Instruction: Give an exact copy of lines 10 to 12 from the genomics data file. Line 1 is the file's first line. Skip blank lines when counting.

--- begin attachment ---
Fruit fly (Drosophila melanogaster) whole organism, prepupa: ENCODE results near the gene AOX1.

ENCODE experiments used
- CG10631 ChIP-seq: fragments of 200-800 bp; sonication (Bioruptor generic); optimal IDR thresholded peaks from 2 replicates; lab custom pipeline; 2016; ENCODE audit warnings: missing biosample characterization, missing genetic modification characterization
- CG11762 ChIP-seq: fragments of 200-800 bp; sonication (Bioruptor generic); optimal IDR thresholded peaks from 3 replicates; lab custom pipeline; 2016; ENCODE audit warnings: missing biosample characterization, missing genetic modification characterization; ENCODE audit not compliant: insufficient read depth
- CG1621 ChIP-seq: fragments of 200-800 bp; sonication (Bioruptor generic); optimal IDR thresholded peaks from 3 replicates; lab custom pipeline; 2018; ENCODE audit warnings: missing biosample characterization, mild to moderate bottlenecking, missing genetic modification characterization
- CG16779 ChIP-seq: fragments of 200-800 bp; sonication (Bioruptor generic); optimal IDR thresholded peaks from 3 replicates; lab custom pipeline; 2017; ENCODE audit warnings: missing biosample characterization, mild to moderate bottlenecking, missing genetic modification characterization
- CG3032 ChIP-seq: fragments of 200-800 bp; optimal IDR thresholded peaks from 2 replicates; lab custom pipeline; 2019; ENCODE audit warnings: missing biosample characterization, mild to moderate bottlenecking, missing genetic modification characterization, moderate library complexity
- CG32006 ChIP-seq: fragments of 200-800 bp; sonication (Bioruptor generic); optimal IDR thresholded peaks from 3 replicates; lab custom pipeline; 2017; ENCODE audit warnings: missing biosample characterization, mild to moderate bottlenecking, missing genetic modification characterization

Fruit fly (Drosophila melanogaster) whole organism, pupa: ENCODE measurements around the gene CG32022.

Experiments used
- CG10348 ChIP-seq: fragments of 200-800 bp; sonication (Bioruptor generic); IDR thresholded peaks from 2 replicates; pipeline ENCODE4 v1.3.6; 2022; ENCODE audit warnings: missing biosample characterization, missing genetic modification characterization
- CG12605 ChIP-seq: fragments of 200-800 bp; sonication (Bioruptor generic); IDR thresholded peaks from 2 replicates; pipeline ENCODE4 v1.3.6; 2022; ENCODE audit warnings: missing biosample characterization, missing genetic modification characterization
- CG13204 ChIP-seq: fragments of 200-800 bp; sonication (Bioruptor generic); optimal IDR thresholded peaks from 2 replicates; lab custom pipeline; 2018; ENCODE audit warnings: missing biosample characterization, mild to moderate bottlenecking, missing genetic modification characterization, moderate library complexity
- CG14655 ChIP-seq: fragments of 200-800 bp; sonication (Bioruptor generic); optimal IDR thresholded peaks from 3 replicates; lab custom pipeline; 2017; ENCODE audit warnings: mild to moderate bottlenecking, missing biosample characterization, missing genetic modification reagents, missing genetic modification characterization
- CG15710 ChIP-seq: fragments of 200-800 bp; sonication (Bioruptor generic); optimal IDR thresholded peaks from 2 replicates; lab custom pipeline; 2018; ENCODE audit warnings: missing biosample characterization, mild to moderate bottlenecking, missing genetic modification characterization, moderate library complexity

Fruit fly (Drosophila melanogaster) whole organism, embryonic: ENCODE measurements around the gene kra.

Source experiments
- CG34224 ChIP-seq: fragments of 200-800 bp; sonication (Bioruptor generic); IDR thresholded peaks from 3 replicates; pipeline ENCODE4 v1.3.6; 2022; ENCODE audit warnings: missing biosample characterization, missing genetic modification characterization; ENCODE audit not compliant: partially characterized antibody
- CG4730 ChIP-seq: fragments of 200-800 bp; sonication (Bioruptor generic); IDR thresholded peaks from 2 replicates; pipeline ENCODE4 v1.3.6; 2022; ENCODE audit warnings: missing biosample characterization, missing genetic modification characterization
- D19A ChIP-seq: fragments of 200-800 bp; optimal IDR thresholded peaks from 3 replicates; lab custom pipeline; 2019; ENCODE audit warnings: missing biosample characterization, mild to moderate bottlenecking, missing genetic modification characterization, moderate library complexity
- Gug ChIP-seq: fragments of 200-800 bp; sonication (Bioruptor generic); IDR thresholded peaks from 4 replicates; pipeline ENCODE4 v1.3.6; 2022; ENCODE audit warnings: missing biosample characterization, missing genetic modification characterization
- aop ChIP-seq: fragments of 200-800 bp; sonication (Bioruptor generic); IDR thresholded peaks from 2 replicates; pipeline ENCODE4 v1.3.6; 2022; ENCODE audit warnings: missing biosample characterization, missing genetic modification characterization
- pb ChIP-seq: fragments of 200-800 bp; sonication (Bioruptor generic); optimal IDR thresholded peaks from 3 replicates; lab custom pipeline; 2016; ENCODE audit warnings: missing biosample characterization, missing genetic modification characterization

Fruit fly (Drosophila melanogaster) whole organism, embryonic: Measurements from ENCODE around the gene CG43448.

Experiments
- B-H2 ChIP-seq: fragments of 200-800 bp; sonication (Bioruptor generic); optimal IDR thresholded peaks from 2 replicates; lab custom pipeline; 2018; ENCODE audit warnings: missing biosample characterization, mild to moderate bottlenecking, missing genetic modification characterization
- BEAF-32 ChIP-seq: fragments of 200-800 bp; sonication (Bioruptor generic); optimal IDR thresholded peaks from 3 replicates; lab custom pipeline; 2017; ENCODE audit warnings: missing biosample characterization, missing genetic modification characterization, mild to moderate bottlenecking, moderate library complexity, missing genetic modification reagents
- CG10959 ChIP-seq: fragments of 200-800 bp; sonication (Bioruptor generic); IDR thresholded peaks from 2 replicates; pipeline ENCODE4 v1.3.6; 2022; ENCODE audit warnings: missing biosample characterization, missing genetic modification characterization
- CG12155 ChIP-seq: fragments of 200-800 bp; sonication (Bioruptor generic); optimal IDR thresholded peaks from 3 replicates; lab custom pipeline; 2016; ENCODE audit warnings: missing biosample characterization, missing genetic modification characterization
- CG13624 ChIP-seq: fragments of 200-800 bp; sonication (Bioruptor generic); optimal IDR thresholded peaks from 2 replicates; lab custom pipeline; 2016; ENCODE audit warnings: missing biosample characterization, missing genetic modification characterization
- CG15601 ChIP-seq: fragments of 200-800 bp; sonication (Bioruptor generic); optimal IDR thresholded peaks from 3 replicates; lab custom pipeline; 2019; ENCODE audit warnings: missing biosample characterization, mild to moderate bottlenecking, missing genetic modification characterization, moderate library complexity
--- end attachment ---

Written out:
Experiments used
- CG10348 ChIP-seq: fragments of 200-800 bp; sonication (Bioruptor generic); IDR thresholded peaks from 2 replicates; pipeline ENCODE4 v1.3.6; 2022; ENCODE audit warnings: missing biosample characterization, missing genetic modification characterization
- CG12605 ChIP-seq: fragments of 200-800 bp; sonication (Bioruptor generic); IDR thresholded peaks from 2 replicates; pipeline ENCODE4 v1.3.6; 2022; ENCODE audit warnings: missing biosample characterization, missing genetic modification characterization